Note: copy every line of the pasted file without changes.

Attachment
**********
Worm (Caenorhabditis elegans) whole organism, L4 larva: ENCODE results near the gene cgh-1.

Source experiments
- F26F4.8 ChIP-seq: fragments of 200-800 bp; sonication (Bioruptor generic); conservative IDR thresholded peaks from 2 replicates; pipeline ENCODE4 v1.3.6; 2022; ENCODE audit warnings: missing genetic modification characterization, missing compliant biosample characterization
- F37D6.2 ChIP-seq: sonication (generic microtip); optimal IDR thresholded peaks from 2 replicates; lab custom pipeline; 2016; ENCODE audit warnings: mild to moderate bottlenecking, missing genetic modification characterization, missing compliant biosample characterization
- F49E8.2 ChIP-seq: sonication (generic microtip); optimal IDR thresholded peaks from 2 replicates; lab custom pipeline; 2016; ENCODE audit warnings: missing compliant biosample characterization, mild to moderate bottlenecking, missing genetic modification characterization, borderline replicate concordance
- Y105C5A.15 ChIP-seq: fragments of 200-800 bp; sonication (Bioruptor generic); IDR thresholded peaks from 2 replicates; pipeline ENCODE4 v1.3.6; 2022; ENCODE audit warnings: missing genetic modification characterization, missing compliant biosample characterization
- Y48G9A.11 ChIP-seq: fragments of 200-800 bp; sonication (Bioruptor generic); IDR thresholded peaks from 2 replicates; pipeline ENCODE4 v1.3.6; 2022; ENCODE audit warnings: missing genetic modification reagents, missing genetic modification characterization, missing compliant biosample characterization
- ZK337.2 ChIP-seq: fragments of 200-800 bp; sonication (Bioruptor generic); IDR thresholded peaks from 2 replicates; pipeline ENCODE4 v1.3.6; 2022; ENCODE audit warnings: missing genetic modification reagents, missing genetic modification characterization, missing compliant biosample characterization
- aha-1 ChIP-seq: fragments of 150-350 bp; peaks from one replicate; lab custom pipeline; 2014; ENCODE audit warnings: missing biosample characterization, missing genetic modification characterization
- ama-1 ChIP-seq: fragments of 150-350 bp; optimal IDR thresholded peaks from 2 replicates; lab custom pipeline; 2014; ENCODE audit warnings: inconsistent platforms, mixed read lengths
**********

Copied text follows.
Worm (Caenorhabditis elegans) whole organism, L4 larva: ENCODE results near the gene cgh-1.

Source experiments
- F26F4.8 ChIP-seq: fragments of 200-800 bp; sonication (Bioruptor generic); conservative IDR thresholded peaks from 2 replicates; pipeline ENCODE4 v1.3.6; 2022; ENCODE audit warnings: missing genetic modification characterization, missing compliant biosample characterization
- F37D6.2 ChIP-seq: sonication (generic microtip); optimal IDR thresholded peaks from 2 replicates; lab custom pipeline; 2016; ENCODE audit warnings: mild to moderate bottlenecking, missing genetic modification characterization, missing compliant biosample characterization
- F49E8.2 ChIP-seq: sonication (generic microtip); optimal IDR thresholded peaks from 2 replicates; lab custom pipeline; 2016; ENCODE audit warnings: missing compliant biosample characterization, mild to moderate bottlenecking, missing genetic modification characterization, borderline replicate concordance
- Y105C5A.15 ChIP-seq: fragments of 200-800 bp; sonication (Bioruptor generic); IDR thresholded peaks from 2 replicates; pipeline ENCODE4 v1.3.6; 2022; ENCODE audit warnings: missing genetic modification characterization, missing compliant biosample characterization
- Y48G9A.11 ChIP-seq: fragments of 200-800 bp; sonication (Bioruptor generic); IDR thresholded peaks from 2 replicates; pipeline ENCODE4 v1.3.6; 2022; ENCODE audit warnings: missing genetic modification reagents, missing genetic modification characterization, missing compliant biosample characterization
- ZK337.2 ChIP-seq: fragments of 200-800 bp; sonication (Bioruptor generic); IDR thresholded peaks from 2 replicates; pipeline ENCODE4 v1.3.6; 2022; ENCODE audit warnings: missing genetic modification reagents, missing genetic modification characterization, missing compliant biosample characterization
- aha-1 ChIP-seq: fragments of 150-350 bp; peaks from one replicate; lab custom pipeline; 2014; ENCODE audit warnings: missing biosample characterization, missing genetic modification characterization
- ama-1 ChIP-seq: fragments of 150-350 bp; optimal IDR thresholded peaks from 2 replicates; lab custom pipeline; 2014; ENCODE audit warnings: inconsistent platforms, mixed read lengths